Sunday, November 27, 2005

An Ode to Notre Dame, Paris

View of the cathedral from the south-east end, across the Sienne

When Sunit and I were planning our trip to Paris in the summer of 2003, he asked me what I wanted to particularly see in the city. Much to his astonishment, I replied - Notre Dame. He had half expected me to vote for Eiffel Tower, I guess. So it is befitting I think that my first of the many memoirs of our trip to Paris start off with an ode to this ancient Gothic Cathedral.

The West side, or the front


My interest in this monument was sparked by one of Victor Hugo's famous novels - The Hunchback of Notre Dame. Who can forget the disfigured Quasimodo and his love for Esmeralda. Much to my delight, Sunit actually booked our place to stay in the Latin Quarter of Paris - we were just 5-10 minutes of walking distance from this Cathedral and I had my fill of it because we saw it every single day we were in Paris.

Notre Dame at twilight


Notre Dame is built on an island on top of Sienne, the river around which most of Paris is located. Its construction started in 1163 and continued for about a 100 years. One of the most ancient churches in Paris, it has seen the city through its ups and downs for a good 800 years now. The gargoyles, the stained glass Rose windows and the ornately carved exterior with loads of depictions of biblical figures and scenes - all add to its splendor. Here are pictures of the cathedral ( I have many more :-) ) that I think capture some of the beauty of this place.


The Centre door at the West side

This and the next picture are close-ups of the front of the cathedral. While the three doors depict three scenes from the bible, flanked by the apostles and other biblical figures, right above the doors is the "Gallery of Kings" - I think 32 figures in all.


Gallery of Kings

The next couple of pictures are of the stained glass windows from inside the cathedral. One of the best part of the Parisian churches is their stained glass art.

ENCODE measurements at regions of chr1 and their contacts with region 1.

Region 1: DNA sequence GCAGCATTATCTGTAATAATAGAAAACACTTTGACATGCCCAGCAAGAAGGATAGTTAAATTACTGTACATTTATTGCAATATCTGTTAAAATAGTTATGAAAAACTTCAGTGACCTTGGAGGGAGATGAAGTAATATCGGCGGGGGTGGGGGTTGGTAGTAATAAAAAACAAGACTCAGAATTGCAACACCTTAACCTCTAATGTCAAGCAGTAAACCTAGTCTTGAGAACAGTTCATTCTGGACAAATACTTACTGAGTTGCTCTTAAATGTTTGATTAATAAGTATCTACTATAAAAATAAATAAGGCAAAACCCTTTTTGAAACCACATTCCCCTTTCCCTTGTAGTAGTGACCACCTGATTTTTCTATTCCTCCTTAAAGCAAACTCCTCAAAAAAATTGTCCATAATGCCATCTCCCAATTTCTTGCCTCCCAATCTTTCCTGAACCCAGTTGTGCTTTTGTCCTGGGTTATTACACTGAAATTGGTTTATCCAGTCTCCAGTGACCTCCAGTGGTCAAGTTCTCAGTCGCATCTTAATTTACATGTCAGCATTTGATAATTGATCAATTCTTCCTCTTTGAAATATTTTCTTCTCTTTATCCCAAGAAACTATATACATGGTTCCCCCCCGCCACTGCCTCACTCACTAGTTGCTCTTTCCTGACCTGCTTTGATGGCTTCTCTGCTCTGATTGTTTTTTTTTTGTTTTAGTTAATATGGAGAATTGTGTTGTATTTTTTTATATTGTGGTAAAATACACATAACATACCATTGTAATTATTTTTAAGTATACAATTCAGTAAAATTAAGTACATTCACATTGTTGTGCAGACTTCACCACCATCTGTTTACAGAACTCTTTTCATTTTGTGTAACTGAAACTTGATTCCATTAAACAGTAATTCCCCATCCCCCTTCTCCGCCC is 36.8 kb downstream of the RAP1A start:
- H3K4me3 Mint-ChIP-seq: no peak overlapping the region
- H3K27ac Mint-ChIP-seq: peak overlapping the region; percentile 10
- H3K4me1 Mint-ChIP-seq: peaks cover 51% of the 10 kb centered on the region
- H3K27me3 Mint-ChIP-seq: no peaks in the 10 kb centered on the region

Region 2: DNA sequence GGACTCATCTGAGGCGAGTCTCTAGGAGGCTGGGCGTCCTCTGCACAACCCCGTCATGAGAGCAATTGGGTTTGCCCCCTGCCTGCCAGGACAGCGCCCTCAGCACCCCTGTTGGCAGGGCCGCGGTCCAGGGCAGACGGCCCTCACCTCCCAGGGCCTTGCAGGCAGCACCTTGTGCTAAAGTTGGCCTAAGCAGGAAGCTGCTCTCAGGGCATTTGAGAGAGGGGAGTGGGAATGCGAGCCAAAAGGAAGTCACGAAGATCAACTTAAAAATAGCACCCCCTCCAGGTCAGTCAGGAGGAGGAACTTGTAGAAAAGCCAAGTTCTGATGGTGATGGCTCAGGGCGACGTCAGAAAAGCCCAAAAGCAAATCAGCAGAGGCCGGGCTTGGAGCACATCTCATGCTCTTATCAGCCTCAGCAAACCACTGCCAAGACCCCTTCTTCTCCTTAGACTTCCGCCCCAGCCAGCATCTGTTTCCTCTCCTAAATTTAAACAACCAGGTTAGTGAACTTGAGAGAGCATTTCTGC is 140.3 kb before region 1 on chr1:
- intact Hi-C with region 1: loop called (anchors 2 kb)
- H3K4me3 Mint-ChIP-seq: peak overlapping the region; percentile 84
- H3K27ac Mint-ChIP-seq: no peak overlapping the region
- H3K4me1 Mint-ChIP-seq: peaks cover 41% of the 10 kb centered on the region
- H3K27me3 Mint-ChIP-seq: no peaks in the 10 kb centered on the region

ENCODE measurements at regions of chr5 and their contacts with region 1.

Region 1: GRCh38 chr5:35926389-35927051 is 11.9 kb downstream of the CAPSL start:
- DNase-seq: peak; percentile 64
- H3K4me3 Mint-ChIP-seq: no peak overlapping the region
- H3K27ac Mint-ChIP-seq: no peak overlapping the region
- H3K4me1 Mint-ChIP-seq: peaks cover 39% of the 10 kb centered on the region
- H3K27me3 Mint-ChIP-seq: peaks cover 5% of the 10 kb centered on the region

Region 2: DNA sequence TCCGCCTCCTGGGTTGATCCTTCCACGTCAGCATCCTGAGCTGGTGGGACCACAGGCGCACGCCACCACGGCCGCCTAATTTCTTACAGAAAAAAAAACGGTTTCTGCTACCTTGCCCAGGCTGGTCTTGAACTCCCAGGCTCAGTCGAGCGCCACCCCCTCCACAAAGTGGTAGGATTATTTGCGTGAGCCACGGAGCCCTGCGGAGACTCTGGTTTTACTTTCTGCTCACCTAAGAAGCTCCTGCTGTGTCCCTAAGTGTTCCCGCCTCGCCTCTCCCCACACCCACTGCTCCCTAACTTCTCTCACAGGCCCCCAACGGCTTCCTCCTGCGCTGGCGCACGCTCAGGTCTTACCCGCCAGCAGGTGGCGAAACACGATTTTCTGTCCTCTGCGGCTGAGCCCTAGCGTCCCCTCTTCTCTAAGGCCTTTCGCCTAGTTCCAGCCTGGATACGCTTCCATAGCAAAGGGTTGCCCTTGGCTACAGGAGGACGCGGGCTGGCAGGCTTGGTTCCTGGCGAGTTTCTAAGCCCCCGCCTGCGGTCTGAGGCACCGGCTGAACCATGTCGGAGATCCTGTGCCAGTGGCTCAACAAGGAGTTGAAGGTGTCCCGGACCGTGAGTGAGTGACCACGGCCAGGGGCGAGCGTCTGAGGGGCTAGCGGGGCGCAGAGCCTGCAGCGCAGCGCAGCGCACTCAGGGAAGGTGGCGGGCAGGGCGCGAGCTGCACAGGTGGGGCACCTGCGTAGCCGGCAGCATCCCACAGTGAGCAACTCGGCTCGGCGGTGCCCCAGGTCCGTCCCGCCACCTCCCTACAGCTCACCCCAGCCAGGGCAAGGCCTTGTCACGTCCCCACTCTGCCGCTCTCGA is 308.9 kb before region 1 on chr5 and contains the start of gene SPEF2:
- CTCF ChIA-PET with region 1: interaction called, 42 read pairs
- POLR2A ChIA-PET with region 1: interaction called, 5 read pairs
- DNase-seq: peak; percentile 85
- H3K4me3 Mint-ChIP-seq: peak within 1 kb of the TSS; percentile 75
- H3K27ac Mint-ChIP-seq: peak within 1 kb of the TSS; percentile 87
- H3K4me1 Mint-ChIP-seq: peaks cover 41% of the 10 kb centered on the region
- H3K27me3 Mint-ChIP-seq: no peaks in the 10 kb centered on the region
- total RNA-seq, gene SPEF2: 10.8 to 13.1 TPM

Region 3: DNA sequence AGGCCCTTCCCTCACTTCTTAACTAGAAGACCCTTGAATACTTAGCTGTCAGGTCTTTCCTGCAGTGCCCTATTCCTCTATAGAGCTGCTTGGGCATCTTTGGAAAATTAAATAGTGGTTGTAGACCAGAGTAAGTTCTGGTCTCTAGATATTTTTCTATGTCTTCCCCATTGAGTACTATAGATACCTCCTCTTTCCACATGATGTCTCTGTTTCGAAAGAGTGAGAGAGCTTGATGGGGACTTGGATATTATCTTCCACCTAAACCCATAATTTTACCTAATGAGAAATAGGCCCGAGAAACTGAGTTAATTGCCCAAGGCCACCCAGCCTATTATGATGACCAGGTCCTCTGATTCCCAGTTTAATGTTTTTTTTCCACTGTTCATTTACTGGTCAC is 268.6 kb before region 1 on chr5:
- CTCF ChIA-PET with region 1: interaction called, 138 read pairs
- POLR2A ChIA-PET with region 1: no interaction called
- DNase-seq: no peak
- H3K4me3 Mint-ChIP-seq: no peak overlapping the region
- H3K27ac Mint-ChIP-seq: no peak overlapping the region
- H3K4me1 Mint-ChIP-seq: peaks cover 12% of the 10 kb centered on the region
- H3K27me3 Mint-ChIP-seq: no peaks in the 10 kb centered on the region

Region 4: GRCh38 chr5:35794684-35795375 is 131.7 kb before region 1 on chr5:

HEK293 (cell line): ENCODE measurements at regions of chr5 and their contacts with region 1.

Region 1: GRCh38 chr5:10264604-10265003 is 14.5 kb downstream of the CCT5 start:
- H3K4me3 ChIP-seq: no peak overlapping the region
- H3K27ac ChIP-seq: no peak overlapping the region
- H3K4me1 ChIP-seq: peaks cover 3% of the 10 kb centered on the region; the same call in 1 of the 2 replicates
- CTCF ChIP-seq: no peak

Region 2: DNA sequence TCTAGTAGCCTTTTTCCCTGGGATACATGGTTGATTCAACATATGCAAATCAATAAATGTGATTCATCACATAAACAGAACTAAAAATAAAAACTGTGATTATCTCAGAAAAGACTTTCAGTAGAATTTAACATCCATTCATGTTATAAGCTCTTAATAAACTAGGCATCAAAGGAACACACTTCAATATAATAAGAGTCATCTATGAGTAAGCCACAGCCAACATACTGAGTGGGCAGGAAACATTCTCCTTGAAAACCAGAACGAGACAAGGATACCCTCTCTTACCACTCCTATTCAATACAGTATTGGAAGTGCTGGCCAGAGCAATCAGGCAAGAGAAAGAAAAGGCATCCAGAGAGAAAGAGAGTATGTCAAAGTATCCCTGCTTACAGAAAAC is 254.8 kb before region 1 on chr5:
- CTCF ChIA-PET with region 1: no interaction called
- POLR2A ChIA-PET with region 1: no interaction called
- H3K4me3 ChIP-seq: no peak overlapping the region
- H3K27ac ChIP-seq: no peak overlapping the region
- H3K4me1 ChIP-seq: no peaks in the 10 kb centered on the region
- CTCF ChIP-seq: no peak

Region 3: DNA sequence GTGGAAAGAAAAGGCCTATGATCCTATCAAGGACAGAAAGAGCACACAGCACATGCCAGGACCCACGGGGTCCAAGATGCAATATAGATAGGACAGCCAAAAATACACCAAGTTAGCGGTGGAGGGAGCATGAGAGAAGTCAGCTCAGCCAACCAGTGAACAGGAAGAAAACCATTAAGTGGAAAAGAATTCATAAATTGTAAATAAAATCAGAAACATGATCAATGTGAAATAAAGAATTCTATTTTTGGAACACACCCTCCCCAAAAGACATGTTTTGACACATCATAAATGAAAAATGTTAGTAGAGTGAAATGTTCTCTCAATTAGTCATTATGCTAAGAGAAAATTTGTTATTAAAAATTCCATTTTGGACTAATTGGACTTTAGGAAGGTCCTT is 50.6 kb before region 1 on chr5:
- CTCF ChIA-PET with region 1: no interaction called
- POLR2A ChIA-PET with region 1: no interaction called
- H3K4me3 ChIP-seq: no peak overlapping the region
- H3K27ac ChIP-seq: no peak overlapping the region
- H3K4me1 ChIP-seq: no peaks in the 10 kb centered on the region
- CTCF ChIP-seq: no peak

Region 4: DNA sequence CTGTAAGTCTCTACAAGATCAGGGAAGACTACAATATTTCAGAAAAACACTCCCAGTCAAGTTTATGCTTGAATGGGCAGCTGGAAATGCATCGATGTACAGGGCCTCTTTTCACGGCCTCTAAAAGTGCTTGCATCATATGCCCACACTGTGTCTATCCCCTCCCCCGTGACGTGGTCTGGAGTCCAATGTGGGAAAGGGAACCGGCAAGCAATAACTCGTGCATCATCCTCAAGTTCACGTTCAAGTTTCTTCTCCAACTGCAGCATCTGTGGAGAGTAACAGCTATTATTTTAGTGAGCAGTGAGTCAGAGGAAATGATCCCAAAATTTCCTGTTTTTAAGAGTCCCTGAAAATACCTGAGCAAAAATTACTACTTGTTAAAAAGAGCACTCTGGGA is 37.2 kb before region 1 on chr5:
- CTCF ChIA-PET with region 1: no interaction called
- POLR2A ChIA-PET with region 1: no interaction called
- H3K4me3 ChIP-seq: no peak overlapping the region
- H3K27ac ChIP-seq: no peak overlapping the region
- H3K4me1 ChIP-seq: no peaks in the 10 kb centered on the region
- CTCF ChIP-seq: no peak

Stained glass window

The Rose Window

Getting to Notre Dame is not all that difficult since it is located at the heart of the Latin Quarter. It is easily accessible by the local metro that runs throughout Paris (RER) and is also one of the stops for Batobus (the boat service that runs on Sienne). We travelled in early July and it was a little bit drizzly on the first couple of days, but in general thats a good time to travel to the city.

Our stay in the Latin Quarter gave us a feel of staying in Old Paris as opposed to staying in the more modern part of the city. Many of the other attractions in Paris are also located at a convenient walking distance. There are numerous hangouts for local artists and many inexpensive hole-in-the-wall restaurants that offer delicious food and wine. A small walk around the place and one is sure to see some doorway with a sculpture on the front door - all this just added to the charm of the place.

Saturday, November 12, 2005

Matthaei Botanical Gardens

Its been a while since I last posted. A couple of out-of-town travels, Diwali and then some things back home kept me occupied. But I am back and hope to catch up from where I left off.

First weekend of October I travelled to Ann Arbor again to spend some time with Sunit. I also hoped to catch some fall colors which are supposed to be wonderful in Ann Arbor. But as luck would have it, it was still pretty warm in Ann Arbor and Sunit was too busy so we could not travel to the upper peninsula to catch some colors. Hence we compromised for some local gardens itself. We decided to visit the Matthaei Botanical Gardens. We researched on the internet and from what we saw it seemed interesting. It also seemed to have a waterfall and I was very eager to see it.

The gardens were beautiful and well kept in their natural splendor. There was a waterfall all right - the problem was it fell just 1-2 feet. Photography can do wonders indeed and the picture we had seen on the internet seemed to be of a good size waterfall. But the creek we saw was still nice all the same. Here is a picture of what we saw.


The creek we mistook for a waterfall

And then there were all these natural sidewalks one could take and explore the gardens. I particularly liked this wooden bridge that led us to another area of wilderness. Did I mention that the grounds were open to public free of charge. There was a token entry fee for the Conservatory. In a later post I will post some pictures of some strange plants I saw there.

The wooden bridge

While passing over the wooden bridge we looked upon the stream and chanced upon this tortoise resting on the stone. Zoom in on to the rock, it is the little black thing there.

Slow and Steady - The Tortoise

There were also some nice widlflowers, a herb garden, a rock garden ( I almost missed this one since it was just a small rock bed and I guess I was expecting something similar to what we have in Chandigarh), a rose garden, an urban garden and I think the folllowing was called Alexander's garden.

Alexander's Garden ?

A trip to MBG makes a good half day trip and I would definitely recommend it for some nice quiet time, a small picnic and a chance to view some exotic and fascinating plants. I was sad about not being able to see the fall colors but these gardens were not disappointing at all.